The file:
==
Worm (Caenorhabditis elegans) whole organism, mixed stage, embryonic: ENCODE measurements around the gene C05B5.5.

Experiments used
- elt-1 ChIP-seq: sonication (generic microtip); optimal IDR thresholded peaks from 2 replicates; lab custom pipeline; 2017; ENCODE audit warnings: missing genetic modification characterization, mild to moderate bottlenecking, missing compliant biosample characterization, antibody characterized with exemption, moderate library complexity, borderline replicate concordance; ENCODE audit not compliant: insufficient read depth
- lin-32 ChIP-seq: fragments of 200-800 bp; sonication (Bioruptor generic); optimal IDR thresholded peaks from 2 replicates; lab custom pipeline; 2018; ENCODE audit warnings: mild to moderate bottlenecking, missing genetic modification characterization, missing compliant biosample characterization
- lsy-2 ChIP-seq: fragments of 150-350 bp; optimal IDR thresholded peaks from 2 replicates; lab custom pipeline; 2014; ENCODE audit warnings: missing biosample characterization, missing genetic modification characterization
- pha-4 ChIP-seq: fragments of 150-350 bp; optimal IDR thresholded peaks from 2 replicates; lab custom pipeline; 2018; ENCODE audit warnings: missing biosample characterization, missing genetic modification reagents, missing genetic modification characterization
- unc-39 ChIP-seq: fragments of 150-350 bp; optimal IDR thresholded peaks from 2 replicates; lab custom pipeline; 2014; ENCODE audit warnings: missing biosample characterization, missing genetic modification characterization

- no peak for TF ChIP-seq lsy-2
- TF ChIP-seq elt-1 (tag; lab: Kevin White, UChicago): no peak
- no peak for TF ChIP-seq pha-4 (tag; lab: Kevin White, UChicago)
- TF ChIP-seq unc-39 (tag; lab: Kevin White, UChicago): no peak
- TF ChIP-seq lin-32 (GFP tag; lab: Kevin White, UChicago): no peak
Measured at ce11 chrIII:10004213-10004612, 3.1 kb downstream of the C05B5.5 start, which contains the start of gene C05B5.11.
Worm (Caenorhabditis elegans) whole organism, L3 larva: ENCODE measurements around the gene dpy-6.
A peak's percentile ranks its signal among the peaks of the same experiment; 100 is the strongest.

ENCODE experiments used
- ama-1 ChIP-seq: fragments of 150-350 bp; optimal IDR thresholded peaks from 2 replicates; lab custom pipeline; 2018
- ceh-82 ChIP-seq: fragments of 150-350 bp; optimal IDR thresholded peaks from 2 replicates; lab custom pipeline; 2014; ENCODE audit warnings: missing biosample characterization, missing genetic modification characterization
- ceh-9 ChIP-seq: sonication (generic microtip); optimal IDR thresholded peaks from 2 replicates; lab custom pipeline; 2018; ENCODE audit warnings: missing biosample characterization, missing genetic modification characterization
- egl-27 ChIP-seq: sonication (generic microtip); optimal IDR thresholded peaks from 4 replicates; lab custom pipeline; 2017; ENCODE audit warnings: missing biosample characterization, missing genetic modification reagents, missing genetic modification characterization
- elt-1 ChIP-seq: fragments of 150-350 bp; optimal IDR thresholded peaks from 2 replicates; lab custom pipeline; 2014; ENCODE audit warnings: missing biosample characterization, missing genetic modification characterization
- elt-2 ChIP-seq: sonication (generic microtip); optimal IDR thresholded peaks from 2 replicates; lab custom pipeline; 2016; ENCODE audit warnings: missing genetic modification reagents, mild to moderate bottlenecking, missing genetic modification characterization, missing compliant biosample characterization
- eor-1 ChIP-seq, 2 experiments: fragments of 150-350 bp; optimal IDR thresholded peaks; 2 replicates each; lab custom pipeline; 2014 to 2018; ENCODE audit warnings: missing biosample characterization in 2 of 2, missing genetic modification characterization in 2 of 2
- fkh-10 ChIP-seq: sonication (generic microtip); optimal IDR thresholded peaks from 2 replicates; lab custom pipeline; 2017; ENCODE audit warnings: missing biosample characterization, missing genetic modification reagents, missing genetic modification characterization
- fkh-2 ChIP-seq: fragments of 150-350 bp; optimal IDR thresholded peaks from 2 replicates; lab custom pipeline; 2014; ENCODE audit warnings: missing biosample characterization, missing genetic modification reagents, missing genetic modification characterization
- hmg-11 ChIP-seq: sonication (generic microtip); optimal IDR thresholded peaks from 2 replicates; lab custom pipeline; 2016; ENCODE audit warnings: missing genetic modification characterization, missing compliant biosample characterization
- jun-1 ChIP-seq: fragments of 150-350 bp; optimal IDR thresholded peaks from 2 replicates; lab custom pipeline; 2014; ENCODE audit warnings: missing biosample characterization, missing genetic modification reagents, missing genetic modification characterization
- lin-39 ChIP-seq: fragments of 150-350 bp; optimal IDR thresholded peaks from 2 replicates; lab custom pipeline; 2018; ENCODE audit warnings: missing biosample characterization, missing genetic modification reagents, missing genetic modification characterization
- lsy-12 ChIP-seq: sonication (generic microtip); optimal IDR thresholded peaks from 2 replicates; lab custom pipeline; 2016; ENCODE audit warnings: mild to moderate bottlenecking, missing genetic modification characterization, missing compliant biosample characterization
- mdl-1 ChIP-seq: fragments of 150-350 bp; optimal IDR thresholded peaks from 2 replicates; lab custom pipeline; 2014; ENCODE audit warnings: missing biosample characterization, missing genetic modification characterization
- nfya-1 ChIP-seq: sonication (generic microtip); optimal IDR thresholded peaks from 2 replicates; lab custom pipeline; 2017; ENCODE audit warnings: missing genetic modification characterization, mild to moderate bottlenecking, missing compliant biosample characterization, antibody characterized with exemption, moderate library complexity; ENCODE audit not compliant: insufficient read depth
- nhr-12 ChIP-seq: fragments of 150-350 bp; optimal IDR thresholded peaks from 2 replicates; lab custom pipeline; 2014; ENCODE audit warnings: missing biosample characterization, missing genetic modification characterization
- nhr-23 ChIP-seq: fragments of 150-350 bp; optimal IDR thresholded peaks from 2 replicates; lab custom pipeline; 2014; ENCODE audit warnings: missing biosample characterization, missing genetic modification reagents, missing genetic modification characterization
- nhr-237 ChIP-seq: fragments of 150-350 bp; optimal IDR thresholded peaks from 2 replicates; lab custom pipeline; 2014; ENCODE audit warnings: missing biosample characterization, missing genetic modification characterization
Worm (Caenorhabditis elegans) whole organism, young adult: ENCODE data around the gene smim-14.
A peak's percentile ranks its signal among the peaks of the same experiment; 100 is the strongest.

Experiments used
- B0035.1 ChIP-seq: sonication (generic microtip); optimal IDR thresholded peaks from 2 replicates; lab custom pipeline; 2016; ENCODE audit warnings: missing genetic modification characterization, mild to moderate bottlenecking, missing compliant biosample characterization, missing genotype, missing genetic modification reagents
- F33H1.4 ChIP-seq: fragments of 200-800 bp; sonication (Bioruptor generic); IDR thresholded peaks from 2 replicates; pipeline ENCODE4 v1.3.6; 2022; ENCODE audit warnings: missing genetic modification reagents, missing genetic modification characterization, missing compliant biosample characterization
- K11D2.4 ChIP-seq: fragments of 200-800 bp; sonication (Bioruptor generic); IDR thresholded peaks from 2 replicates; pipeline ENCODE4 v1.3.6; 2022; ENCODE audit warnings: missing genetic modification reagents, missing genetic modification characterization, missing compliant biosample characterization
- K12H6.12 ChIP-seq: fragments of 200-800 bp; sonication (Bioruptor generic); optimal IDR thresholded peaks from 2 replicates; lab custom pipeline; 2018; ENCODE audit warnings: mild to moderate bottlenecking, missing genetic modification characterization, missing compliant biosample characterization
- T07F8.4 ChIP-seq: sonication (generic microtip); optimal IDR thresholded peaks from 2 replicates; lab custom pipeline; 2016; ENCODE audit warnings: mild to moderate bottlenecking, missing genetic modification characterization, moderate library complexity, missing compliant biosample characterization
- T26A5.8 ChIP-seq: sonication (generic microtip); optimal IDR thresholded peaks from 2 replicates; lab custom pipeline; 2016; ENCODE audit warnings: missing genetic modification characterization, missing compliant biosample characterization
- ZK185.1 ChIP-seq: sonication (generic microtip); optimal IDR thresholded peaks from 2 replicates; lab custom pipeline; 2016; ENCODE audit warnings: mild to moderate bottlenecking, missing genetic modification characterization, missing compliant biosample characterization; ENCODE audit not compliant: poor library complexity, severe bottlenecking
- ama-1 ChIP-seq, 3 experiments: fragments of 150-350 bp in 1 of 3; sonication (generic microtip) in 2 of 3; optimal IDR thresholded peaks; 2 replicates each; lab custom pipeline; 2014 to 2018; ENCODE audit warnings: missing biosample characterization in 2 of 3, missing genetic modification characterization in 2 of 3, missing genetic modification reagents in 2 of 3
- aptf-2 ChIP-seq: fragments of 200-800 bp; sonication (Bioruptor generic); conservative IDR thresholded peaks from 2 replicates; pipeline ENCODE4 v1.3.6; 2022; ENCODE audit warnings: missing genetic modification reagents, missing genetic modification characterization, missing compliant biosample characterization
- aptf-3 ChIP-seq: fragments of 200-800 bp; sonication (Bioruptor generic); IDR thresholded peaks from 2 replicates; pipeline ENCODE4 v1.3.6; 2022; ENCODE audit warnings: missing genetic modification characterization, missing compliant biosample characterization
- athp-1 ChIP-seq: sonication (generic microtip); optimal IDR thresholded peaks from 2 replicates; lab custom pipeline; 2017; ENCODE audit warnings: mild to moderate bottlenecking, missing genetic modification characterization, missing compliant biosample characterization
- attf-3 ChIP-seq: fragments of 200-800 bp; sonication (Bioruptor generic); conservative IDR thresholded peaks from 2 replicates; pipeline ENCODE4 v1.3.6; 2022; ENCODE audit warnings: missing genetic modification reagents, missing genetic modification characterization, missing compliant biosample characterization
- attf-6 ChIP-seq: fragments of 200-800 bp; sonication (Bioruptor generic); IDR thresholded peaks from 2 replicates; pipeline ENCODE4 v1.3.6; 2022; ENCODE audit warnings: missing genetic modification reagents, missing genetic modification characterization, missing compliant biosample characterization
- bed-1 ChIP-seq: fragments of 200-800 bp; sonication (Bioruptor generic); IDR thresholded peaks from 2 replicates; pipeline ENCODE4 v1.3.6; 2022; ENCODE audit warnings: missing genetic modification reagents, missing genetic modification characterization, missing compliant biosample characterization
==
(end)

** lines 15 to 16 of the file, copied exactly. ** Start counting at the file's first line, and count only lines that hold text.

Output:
A peak's percentile ranks its signal among the peaks of the same experiment; 100 is the strongest.

ENCODE experiments used